Border collies are the geniuses of the dog world, and they can be charming pets. However, border collie shedding can be an issue for some dog owners. Here’s what you need to know about the Border Collie’s coat, how much they shed, and what you can do to control and deal with shedding.
How Much Do Border Collies Shed?
Border Collies shed a fair amount, especially during shedding season when the coat falls out and is replaced. While these dogs don’t shed as much as some breeds, you will definitely notice a fair amount of loose hair from your border collie.
Depending on your dog’s coloration and coat type, you may notice more or less shedding. The classic black-and-white coloration tends to be the most noticeable, since no matter what kind of furniture or color rugs you have, one or the other of the black and white coat hairs is likely to be evident.
Border Collie Coat Types
Border collies come in different colors and in two kinds of coat: rough coat and smooth coat. Both types are thick double coats that are dense and weather-resistant. The coat is made up of a soft undercoat and a tough outer coat.
The undercoat is designed to keep these herding dogs warm even in frigid temperatures, while the outer coat is developed to protect your dog from weather. Both the smooth coat and the rough coat shed about the same amount, but you’ll probably notice shedding more with the medium-length hair of the rough coat since there is more hair overall.
Rough-coated border collies are much more common, and you may not even recognize the smooth-coated variety as a border collie.
Border collies were originally bred to be herding dogs. More Border Collies are still bred to do this original job than many other breeds. For this reason, there may be more diversity in how much a border collie sheds than you would find in a breed that is more tightly controlled for looks instead of function.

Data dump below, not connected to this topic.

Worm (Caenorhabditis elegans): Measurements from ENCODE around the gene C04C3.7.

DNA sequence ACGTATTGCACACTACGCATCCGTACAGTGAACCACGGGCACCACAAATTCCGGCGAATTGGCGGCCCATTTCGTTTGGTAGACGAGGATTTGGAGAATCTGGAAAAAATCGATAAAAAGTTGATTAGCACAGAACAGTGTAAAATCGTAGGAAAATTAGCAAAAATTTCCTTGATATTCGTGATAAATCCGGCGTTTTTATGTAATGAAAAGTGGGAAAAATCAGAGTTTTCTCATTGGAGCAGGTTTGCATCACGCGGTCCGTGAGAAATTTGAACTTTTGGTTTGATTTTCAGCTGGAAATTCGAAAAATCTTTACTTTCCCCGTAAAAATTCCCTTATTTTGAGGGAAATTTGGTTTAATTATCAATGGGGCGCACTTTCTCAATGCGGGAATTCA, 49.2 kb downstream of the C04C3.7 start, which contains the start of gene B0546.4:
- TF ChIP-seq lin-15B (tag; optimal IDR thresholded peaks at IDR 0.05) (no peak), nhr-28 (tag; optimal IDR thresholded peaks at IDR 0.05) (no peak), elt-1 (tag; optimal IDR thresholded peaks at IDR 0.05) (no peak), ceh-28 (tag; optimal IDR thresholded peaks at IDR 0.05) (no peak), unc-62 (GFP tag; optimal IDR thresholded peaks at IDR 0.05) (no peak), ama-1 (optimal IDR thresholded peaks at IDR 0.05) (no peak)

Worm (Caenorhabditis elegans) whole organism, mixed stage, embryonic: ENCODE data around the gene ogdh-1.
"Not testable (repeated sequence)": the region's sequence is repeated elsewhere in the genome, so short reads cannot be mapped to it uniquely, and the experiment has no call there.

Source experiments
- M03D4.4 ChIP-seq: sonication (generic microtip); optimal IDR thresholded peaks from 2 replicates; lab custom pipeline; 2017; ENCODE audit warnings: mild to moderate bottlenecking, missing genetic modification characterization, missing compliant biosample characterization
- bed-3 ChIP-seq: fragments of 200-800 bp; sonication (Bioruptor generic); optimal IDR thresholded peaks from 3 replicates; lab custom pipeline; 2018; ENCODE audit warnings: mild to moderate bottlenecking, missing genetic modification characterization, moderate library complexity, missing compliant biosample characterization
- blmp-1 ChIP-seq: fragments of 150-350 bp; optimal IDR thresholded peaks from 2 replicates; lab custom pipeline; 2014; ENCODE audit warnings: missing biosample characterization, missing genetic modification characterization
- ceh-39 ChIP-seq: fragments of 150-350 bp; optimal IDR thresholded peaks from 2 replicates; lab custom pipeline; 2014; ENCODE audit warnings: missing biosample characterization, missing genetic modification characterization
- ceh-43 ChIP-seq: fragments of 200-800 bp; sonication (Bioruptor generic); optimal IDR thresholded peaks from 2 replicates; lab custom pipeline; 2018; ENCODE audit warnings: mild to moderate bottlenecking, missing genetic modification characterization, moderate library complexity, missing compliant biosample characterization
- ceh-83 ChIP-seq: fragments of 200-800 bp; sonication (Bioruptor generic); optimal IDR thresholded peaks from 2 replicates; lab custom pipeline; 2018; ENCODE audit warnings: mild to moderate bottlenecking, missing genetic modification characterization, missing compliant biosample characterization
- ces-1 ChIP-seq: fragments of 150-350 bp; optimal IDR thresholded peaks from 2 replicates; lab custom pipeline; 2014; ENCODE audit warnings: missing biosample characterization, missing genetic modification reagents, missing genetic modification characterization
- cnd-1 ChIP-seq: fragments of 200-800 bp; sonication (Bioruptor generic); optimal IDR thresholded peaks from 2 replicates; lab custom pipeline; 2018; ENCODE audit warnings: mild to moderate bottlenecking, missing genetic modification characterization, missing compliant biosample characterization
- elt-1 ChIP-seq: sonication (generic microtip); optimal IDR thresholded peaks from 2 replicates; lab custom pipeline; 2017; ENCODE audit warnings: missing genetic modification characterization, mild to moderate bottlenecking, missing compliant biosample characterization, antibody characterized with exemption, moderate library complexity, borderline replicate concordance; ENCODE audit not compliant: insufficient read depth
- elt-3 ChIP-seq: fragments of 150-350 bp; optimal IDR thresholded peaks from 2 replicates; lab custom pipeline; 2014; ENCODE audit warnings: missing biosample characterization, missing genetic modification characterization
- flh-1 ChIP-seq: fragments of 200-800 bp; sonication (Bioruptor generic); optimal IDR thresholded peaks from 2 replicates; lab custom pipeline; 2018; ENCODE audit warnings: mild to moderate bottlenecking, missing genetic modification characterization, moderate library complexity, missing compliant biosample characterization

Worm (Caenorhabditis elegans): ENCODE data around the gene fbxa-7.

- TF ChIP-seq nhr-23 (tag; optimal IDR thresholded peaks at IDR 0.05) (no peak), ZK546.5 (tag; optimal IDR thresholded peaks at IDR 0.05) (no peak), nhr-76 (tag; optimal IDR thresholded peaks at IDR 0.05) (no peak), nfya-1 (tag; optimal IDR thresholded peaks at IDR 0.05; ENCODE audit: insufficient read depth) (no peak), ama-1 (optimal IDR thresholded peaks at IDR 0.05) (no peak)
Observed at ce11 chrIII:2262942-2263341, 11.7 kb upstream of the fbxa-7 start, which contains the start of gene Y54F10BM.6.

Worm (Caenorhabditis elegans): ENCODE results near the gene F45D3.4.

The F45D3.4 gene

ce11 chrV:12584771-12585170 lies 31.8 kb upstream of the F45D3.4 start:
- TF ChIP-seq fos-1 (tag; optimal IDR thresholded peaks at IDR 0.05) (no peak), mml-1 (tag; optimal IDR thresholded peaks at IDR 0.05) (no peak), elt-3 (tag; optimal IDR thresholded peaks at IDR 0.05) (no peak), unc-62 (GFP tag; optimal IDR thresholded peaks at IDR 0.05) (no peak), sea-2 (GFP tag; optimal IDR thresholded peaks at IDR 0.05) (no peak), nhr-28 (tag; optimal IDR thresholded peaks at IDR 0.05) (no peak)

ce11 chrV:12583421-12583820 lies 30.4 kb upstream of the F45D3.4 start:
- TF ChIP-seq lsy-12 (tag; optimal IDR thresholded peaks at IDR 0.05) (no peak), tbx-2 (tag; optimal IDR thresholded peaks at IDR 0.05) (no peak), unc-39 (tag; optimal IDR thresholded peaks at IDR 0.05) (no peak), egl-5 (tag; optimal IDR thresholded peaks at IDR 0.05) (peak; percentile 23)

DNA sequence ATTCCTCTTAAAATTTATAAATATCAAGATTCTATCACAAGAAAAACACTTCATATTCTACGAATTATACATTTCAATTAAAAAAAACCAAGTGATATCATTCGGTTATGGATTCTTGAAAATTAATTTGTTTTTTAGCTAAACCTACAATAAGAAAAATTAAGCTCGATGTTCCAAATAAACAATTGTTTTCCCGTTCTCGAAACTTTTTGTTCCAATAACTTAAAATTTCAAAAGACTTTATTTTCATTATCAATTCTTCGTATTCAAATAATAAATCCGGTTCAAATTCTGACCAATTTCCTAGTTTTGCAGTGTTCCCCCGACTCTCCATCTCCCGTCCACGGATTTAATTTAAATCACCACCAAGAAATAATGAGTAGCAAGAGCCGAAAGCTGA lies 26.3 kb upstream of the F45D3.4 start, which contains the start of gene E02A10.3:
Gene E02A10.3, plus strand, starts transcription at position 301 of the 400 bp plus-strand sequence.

If you have chosen your border collie from a line bred to be herding dogs rather than family pets, you may find that they shed more or less than you expect. Breeders may develop dogs that are better acclimated to the climate they’re in. Border collies bred to herd in cool climates may grow a thicker winter coat, whereas those bred for warmer climates may have a thinner coat.
When you are picking out your dog, talk to the breeder about border collie shedding and whether their dogs are bred to have a thicker coat and shed more or thinner, lower-shed coats.
How to Reduce Shedding?
Border Collie Grooming Routine
Appropriate grooming can go a long way to reduce shedding from your Border Collie’s coat. Going over your dog’s coat with a pin brush a couple of times a week is typically sufficient as regular grooming when your dog isn’t shedding excessively.
However, daily brushing is a good idea to manage shedding during shedding season. You may find that using a slicker brush or undercoat rake does a better job of removing excess hair from this dog’s thick coat when shedding is at its peak. Grooming sessions don’t have to be long; typically 10 or 15 minutes of brushing is sufficient.
A Healthy Diet
If you want your border collie to shed as little as possible, it’s important to maintain a healthy coat. Make sure that your border collie has a diet with healthy oils and fats to help replenish and maintain the natural oils in the coat. Such a diet may make it less likely that your dog will shed excessively.
A healthy diet with healthy fats and oils as well as plenty of high-quality proteins will help to maintain your dog’s coat.
Use Flea Control
All dogs can be prone to parasites like fleas, but a working dog that spends a lot of time outdoors, such as the Border Collie, may be even more likely to get parasites. Therefore, it’s extremely important to use flea control to not only manage shedding but to prevent discomfort and maintain a healthy coat.
If your dog gets fleas, you’ll notice excessive itching and likely an increase in shedding as well. If fleas are not controlled promptly, itching and shedding can even lead to bald patches.
Note: Make sure not to use Ivermectin, as Collies may have a genetic mutation and this medication could be fatal to them.
Protect Sensitive Skin